“You can see people are going to the banks, more easily now,” he said. “Banks are more willing to make loans, things are starting to pick up and you can see in the economy.”

His belief is positive – things are getting better.

Andreas and his wife are in the family business of jewellery, lace and sterling silver sales mostly for summer tourists.

“Last winter was a little more difficult. January, February and March was the difficult months in our business. But starting in May, things are starting to pick up,” he said.

From street merchant to respected Cyprus economist Fiona Mullen, director of Sapienta Economics Ltd and LLF Strata Insight Ltd, who adds positive support for an economic upturn.

“Cyprus did well on tourism in January-April with a rise of 13 per cent despite the rouble crash affecting Russian tourists. For 2015 I am expecting growth of 0.6 per cent and for 2016 2.4 per cent.”

This all good news for a beleaguered public used to negative economic headlines on a continued basis.

“I also think this is the first time that we have had a proactive government with respect to tourism,” Mullen concluded. “This year there was a concerted effort … to reform the public service and make it more accountable, and to cut red tape will be valuable in the long run.”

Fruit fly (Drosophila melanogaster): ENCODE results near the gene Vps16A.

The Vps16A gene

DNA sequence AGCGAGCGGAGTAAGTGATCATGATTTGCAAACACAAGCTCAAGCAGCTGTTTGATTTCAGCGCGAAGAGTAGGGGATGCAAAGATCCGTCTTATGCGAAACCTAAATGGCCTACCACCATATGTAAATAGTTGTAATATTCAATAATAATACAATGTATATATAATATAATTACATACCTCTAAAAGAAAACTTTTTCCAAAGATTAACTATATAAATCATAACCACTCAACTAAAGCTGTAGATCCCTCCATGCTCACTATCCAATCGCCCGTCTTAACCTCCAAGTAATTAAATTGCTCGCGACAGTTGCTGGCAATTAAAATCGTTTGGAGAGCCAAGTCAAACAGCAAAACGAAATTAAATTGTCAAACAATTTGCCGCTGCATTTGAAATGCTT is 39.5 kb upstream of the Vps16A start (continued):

Despite the positive attitudes of proactive businessmen, local merchants and professional economists, Cyprus has gone through a long period of economic trauma. Many For Rent signs dominate busy areas; a lot of retail and office space still needs to be absorbed. Cyprus still has a long road ahead before it returns to a solid economy.

The end results will come about through improved consumer spending – brought about by strong and robust consumer confidence – plus a sustained absorption of existing real estate projects that the banks would like to take off the non-performing loans balance sheet, and return to the market place.

Early signs are there.

(*) Steven G. Traylor is a Cyprus Business Mail’s Business Correspondent


About Author

Stelios Orphanides is a journalist at CyprusBusinessMail.com. To contact Stelios Orphanides: [email protected]